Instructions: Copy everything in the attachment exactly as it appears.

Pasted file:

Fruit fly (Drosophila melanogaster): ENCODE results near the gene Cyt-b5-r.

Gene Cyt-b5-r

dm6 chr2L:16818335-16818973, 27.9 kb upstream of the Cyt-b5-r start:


Fruit fly (Drosophila melanogaster): ENCODE results near the gene Cyt-b5-r.

Gene Cyt-b5-r

dm6 chr2L:16818335-16818973, 27.9 kb upstream of the Cyt-b5-r start: